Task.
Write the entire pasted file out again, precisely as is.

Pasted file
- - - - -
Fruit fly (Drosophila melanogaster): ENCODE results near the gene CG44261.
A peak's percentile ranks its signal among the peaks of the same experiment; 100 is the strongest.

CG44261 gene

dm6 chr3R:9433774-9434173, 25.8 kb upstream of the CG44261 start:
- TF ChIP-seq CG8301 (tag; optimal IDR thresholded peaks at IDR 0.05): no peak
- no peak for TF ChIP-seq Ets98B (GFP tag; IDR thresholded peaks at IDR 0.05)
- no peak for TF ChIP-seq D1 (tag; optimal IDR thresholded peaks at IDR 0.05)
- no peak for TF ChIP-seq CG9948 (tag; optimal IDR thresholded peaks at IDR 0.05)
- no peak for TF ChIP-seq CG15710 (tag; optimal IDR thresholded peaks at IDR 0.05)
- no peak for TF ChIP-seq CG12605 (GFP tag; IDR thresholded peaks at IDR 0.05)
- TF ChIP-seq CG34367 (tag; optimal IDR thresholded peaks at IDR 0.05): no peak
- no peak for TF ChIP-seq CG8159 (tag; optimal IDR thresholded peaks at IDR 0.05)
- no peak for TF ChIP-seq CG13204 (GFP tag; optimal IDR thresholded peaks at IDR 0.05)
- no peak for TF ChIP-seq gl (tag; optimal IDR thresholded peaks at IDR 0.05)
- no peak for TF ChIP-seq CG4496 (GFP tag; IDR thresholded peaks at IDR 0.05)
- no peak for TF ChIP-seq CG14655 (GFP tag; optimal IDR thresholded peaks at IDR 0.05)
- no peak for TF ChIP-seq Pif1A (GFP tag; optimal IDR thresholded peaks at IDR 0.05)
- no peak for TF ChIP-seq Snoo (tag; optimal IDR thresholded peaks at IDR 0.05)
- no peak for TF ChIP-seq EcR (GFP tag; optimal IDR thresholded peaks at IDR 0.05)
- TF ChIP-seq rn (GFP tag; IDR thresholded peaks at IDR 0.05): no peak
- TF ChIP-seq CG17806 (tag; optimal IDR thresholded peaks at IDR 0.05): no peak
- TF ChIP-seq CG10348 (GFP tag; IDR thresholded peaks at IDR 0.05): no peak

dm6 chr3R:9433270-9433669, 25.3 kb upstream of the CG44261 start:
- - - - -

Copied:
Fruit fly (Drosophila melanogaster): ENCODE results near the gene CG44261.
A peak's percentile ranks its signal among the peaks of the same experiment; 100 is the strongest.

CG44261 gene

dm6 chr3R:9433774-9434173, 25.8 kb upstream of the CG44261 start:
- TF ChIP-seq CG8301 (tag; optimal IDR thresholded peaks at IDR 0.05): no peak
- no peak for TF ChIP-seq Ets98B (GFP tag; IDR thresholded peaks at IDR 0.05)
- no peak for TF ChIP-seq D1 (tag; optimal IDR thresholded peaks at IDR 0.05)
- no peak for TF ChIP-seq CG9948 (tag; optimal IDR thresholded peaks at IDR 0.05)
- no peak for TF ChIP-seq CG15710 (tag; optimal IDR thresholded peaks at IDR 0.05)
- no peak for TF ChIP-seq CG12605 (GFP tag; IDR thresholded peaks at IDR 0.05)
- TF ChIP-seq CG34367 (tag; optimal IDR thresholded peaks at IDR 0.05): no peak
- no peak for TF ChIP-seq CG8159 (tag; optimal IDR thresholded peaks at IDR 0.05)
- no peak for TF ChIP-seq CG13204 (GFP tag; optimal IDR thresholded peaks at IDR 0.05)
- no peak for TF ChIP-seq gl (tag; optimal IDR thresholded peaks at IDR 0.05)
- no peak for TF ChIP-seq CG4496 (GFP tag; IDR thresholded peaks at IDR 0.05)
- no peak for TF ChIP-seq CG14655 (GFP tag; optimal IDR thresholded peaks at IDR 0.05)
- no peak for TF ChIP-seq Pif1A (GFP tag; optimal IDR thresholded peaks at IDR 0.05)
- no peak for TF ChIP-seq Snoo (tag; optimal IDR thresholded peaks at IDR 0.05)
- no peak for TF ChIP-seq EcR (GFP tag; optimal IDR thresholded peaks at IDR 0.05)
- TF ChIP-seq rn (GFP tag; IDR thresholded peaks at IDR 0.05): no peak
- TF ChIP-seq CG17806 (tag; optimal IDR thresholded peaks at IDR 0.05): no peak
- TF ChIP-seq CG10348 (GFP tag; IDR thresholded peaks at IDR 0.05): no peak

dm6 chr3R:9433270-9433669, 25.3 kb upstream of the CG44261 start: